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Digital Archive Projects: Rethinking Media Studies Methodologies

On 18th July 2013, the EUscreenXL project was presented as part of the panel ‘Digital Archive Projects: Rethinking Media Studies Methodologies’ at the 25th International IAMHIST Conference held at the University of Leicester, UK. It was the second time EUscreen was present at the IAMHIST Conference, after the 24th International IAMHIST Conference themed ‘Media History and Cultural Memory’ at Copenhagen University in 2011.

Report by Berber Hagedoorn, MA (Utrecht University)

The International Association for Media and History (IAMHIST) is an organization of filmmakers, broadcasters, archivists and scholars dedicated to historical inquiry into film, radio, television, and related media. IAMHIST encourages scholarly research into the relations between history and the media as well as the production of historically informed documentaries, television series, and other media texts. The theme of this year’s conference was ‘Childhood and the Media’.

The last decade we have witnessed an explosion of available digital databases and archives, and accordingly, the development of different tools to explore these archives in new ways. The panel ‘Digital Archive Projects: Rethinking Media Studies Methodologies’ discussed the possibilities and limitations of tools to explore digitised television, newspaper and radio archives for media scholars and historians. Each paper presented a particular project, its possible use for future research and a specific case study conducted by means of the tools. The panel was chaired by Luke McKernan (British Library, London).

Berber Hagedoorn from Utrecht University presented the EUscreenXL project, which aims to overcome the fragmentation of the audiovisual heritage sector in Europe and to make a growing collection of contextualised audiovisual content accessible and meaningful for diverse types of users, from the general audience, researchers and teachers, to professionals in the creative industries. Hagedoorn paid specific attention to the opportunities and challenges of the project and EUscreen portal for academic research. As a cross-national database of sources, the portal offers access to a range of audiovisual content in different languages, connected to various historical topics. Hagedoorn focused particularly on how the EUscreen portal and the use of European cultural resources lends itself to doing comparative research on the coverage of particular topics and genres across countries in Europe.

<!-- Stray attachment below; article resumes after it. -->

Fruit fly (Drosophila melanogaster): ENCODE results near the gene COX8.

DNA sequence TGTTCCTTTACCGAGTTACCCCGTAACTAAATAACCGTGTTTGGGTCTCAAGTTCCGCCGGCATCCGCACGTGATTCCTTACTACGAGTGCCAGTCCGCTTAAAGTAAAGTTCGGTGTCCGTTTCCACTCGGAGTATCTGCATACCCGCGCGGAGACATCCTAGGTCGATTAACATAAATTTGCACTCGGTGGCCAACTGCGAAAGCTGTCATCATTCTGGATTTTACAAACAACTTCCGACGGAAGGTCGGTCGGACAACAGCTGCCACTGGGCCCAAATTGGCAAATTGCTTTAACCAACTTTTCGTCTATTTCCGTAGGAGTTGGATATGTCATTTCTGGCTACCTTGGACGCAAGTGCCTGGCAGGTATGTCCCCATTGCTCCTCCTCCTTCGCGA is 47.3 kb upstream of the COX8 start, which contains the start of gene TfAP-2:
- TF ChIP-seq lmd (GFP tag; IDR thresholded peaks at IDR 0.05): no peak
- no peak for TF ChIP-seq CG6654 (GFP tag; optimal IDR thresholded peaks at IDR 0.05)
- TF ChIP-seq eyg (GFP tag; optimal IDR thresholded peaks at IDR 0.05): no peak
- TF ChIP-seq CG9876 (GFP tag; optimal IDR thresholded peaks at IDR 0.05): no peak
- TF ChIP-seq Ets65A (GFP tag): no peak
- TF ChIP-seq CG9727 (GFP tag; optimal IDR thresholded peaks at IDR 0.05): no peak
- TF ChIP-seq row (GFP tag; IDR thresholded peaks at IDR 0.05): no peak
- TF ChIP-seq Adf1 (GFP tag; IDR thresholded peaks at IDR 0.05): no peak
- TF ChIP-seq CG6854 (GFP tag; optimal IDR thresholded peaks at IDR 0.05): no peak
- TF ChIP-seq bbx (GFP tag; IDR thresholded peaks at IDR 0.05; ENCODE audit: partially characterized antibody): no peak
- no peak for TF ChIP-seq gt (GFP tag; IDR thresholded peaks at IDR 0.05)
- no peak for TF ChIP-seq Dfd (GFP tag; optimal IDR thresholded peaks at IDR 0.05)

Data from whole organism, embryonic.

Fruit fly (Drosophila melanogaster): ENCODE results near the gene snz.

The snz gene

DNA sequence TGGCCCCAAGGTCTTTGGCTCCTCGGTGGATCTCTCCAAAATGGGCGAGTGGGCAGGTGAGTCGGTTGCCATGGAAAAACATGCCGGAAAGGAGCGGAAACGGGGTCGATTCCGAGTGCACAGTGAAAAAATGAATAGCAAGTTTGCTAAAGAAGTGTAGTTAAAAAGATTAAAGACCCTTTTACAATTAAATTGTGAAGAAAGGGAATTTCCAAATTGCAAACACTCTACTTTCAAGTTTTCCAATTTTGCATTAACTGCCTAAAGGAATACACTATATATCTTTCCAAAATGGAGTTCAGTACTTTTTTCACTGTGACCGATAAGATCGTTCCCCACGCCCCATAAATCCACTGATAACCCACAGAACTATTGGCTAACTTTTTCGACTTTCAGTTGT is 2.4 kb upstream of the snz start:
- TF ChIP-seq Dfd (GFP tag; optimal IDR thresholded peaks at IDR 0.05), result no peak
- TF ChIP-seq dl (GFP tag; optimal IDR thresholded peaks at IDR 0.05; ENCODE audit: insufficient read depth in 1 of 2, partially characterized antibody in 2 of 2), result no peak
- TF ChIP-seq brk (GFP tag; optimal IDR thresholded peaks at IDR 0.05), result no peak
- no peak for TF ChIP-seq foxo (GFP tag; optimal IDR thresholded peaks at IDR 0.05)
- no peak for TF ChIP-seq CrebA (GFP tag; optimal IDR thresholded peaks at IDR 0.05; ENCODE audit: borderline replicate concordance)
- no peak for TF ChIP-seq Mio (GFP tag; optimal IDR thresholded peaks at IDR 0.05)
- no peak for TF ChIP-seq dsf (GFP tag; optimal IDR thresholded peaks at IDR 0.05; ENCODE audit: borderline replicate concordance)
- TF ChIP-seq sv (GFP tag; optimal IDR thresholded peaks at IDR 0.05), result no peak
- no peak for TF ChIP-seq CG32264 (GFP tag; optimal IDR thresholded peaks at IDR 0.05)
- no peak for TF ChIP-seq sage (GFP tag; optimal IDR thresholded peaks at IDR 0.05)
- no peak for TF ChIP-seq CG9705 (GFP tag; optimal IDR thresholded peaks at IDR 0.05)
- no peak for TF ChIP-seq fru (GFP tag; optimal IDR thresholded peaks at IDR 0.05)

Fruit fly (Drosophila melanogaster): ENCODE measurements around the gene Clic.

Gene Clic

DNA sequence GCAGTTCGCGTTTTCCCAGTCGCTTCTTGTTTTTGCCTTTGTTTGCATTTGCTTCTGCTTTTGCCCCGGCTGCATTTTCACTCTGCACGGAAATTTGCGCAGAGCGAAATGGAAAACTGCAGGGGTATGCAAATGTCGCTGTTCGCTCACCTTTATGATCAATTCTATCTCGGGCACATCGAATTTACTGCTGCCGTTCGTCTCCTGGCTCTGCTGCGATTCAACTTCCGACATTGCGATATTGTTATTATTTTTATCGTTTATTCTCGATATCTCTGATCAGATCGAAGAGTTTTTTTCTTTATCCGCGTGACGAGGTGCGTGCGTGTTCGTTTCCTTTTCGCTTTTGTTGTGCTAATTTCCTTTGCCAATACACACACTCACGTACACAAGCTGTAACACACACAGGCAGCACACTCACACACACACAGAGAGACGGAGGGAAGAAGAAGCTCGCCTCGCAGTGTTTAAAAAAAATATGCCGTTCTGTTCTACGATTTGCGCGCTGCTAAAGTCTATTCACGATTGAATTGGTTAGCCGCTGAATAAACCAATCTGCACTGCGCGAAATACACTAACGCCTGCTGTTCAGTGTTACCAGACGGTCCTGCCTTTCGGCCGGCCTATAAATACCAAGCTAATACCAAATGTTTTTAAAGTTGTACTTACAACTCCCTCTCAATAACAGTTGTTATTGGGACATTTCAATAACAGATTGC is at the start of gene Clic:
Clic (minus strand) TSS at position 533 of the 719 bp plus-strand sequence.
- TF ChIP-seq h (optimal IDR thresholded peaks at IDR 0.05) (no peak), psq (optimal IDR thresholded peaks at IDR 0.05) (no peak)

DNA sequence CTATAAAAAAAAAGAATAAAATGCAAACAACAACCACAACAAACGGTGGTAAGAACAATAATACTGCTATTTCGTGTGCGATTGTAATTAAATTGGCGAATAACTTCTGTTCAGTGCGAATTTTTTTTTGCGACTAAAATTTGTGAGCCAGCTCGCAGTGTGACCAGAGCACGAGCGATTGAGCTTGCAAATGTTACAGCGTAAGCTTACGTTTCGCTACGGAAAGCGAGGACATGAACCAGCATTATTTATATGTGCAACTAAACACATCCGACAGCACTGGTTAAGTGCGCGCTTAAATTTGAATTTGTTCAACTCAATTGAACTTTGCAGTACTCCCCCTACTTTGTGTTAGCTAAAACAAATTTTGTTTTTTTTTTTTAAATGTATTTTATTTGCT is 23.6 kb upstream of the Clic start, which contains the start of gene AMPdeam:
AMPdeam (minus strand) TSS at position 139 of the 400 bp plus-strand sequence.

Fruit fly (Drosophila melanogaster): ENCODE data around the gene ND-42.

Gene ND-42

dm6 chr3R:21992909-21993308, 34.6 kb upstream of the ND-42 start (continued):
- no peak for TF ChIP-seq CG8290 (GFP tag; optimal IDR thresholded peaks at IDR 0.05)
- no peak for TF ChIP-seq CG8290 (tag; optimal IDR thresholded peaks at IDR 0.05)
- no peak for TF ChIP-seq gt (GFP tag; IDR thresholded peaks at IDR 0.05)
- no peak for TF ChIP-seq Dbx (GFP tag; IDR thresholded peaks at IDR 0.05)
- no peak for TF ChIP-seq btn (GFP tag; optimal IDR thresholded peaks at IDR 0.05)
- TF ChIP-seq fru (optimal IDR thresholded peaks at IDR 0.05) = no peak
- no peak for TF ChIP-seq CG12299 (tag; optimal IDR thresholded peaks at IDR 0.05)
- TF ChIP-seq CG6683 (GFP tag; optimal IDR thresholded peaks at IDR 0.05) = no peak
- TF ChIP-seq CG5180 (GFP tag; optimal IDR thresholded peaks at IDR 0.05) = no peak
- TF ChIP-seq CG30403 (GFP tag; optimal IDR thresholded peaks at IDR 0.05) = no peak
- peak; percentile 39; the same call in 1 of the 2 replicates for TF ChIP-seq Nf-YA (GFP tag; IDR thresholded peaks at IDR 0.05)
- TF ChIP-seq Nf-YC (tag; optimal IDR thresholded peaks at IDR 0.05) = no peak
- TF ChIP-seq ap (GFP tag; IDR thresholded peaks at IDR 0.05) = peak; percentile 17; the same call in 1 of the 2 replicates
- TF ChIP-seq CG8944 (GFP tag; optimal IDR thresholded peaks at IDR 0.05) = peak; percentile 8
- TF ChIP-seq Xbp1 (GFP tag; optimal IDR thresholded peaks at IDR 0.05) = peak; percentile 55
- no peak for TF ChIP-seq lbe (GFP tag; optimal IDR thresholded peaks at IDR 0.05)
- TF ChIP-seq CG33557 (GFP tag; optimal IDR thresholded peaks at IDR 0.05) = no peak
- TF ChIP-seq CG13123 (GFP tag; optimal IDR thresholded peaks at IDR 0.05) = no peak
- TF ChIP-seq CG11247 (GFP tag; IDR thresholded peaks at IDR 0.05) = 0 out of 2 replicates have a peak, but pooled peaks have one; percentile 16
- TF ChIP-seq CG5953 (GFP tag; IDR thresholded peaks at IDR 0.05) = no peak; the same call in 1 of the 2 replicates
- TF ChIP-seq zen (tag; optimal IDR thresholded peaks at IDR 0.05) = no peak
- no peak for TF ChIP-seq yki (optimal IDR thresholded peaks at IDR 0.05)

Martijn Kleppe from Erasmus University Rotterdam discussed the PoliMedia project, which showcases the potential of cross-media analysis by linking digitised transcriptions of debates at the Dutch Parliament with newspapers, radio bulletins, newscasts and current affairs programmes. Kleppe explained the workings of the PoliMedia portal and its possible future use for media scholars, discussing how the portal will allow researchers to browse for debates or names of politicians and analyse related media coverage, as well as evaluating debates in which politicians appeared and how they were covered in the press. As Kleppe pointed out, an advantage of the PoliMedia project is that the coverage in the media is incorporated in its original form, enabling analyses of the mark-up of news articles, newspaper photos, and televised programme footage.

Jasmijn van Gorp from Utrecht University presented the project BRIDGE: Building Rich Links to Enable Television History, in which she zoomed in on two tools developed by this project for exploration and contextualisation. MeRDES (Media Researchers’ Data Exploration Suite) enables comparative analysis between two individual items from the television catalogue of the Netherlands Institute for Sound and Vision archives, through visualisations such as word clouds and timelines. Secondly, CoMeRDA (Contextualising Media Researchers’ Data) links different collections, including television programmes, national newspapers and television-related photographs, and enables simultaneous search across these collections. Van Gorp demonstrated how the discussed tools ‘bridge’ or build links between heterogeneous collections, therefore allowing media researchers, historians, and digital humanists to explore, analyse and compare (elements of) Dutch television history.

The discussion session highlighted the necessity of translation, in particular for transnational or European-wide archival projects. This is especially the case for EUscreenXL which, as an audiovisual online archive, is also more dependent on its metadata to allow researchers to explore the archive for relevant content. Translation and subtitling will therefore not only aid in the usability of the audiovisual content, but in improving the searchability of the EUscreen portal, too.

All presentations touched upon how analysing media coverage across several types of media forms or outlets is a challenging task for researchers. New digital tools to explore archives therefore allow researchers to study more and new sources as well as generating novel research questions. The panel enabled a fruitful dialogue with media scholars and historians, emphasizing the relevance for scholars in the Humanities to further engage in digital archival projects.